China has successfully launched its Long March-2F rocket, marking the start of what will become its longest manned mission yet.
The rocket left the launchpad in northern China on Monday morning local time, taking two astronauts on a two-day journey aboard the Shenzhou-11 module to China’s Tiangong-2 space station, which went into operation last month. The pair will stay on board the station for the next 30 days.
The voyage, which is China’s first crewed mission in three years and only its sixth in total, will break the record for the longest amount of time any of its astronauts have spent in space.
China is spending huge amounts on its rapidly expanding space program, with this latest mission a major step toward the deployment of a much larger space station set to begin operation some time in the 2020s. It also has plans to become the first country to land a probe on the dark side of the moon, and aims to send an unmanned mission to Mars by 2020, an ambition shared with Elon Musk and his SpaceX team.
And it doesn’t stop there.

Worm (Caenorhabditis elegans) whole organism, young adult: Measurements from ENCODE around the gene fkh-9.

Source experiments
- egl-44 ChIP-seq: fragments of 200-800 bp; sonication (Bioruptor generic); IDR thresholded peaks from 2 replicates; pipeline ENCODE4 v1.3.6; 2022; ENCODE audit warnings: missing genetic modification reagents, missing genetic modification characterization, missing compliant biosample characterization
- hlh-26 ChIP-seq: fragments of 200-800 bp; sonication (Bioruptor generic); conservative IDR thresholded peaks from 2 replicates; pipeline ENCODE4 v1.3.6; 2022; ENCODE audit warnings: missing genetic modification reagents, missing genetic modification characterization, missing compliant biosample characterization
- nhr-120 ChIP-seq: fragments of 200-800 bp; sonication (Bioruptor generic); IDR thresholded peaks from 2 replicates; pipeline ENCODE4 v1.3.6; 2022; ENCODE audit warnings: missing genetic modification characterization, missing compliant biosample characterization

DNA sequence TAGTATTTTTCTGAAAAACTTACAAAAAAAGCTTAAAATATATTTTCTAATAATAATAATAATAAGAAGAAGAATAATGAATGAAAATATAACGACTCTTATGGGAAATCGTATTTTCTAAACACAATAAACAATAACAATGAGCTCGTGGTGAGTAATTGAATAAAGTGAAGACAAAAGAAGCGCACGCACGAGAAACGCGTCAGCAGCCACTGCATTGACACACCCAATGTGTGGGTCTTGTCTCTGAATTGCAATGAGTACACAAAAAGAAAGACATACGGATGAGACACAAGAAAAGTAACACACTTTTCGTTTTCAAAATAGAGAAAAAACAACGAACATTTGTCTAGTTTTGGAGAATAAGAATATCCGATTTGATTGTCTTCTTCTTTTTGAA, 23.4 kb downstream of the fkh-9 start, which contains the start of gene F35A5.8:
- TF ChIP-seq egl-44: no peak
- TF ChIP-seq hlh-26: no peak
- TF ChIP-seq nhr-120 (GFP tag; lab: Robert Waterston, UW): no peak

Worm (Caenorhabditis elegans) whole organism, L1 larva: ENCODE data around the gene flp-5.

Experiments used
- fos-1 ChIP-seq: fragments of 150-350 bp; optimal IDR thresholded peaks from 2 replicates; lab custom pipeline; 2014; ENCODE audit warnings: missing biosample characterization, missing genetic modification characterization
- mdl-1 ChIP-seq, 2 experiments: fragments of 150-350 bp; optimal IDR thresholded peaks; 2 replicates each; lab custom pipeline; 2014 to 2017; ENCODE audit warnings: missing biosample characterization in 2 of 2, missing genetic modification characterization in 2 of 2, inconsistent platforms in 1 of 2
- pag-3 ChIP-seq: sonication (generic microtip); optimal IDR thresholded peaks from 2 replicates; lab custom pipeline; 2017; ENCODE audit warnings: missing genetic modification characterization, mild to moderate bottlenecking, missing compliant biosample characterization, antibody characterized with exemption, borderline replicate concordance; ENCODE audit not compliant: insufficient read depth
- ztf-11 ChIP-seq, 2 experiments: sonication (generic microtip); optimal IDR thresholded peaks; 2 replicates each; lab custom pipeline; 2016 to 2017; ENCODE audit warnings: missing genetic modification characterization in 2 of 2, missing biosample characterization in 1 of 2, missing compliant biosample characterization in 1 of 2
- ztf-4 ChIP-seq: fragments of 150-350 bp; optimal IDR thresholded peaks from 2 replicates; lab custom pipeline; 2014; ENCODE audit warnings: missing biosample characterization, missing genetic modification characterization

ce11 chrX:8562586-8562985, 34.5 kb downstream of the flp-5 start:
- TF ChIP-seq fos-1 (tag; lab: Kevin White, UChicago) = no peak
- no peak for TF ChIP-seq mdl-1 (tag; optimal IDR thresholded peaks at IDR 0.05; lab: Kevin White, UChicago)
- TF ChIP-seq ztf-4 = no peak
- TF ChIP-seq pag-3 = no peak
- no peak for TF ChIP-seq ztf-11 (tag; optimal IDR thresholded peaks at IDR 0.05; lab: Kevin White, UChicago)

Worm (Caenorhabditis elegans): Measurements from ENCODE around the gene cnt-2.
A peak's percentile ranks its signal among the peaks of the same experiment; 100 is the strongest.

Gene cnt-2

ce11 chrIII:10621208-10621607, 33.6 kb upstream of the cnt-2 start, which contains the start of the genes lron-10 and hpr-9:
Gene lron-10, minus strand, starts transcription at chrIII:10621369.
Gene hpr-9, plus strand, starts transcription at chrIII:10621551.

The Asian nation is also developing a hypersonic space plane, while just last month it put into operation the world’s largest radio telescope designed to detect radio signals from billions of light years away. Its technology will also enable it to spot new galaxies, extrasolar planets, and highly magnetic neutron stars that could help scientists learn more about the evolution of our universe.
China’s space-based ambitions have certainly been noted by U.S. officials, with a March 2015 congressional report claiming that the country is aiming “to become militarily, diplomatically, commercially, and economically as competitive as the U.S. is in space.”
Pointing to China’s recent advancements, Republican Lamar Smith, who chairs the House committee on science, space and technology, said last month that the U.S. should not resign itself “to the remembrance of past achievements,” adding that it was time for America to “reassert its leadership [in space].”
As for China’s current mission, the two astronauts – Jing Haipeng, 49, Chen Dong, 37 – will be carrying out ultrasound measurement experiments, tests for cultivating plants in space, and also orbital repair experiments. It’ll also try out a range of processes and functions in connection with the launch of the station’s core module in the next couple of years.
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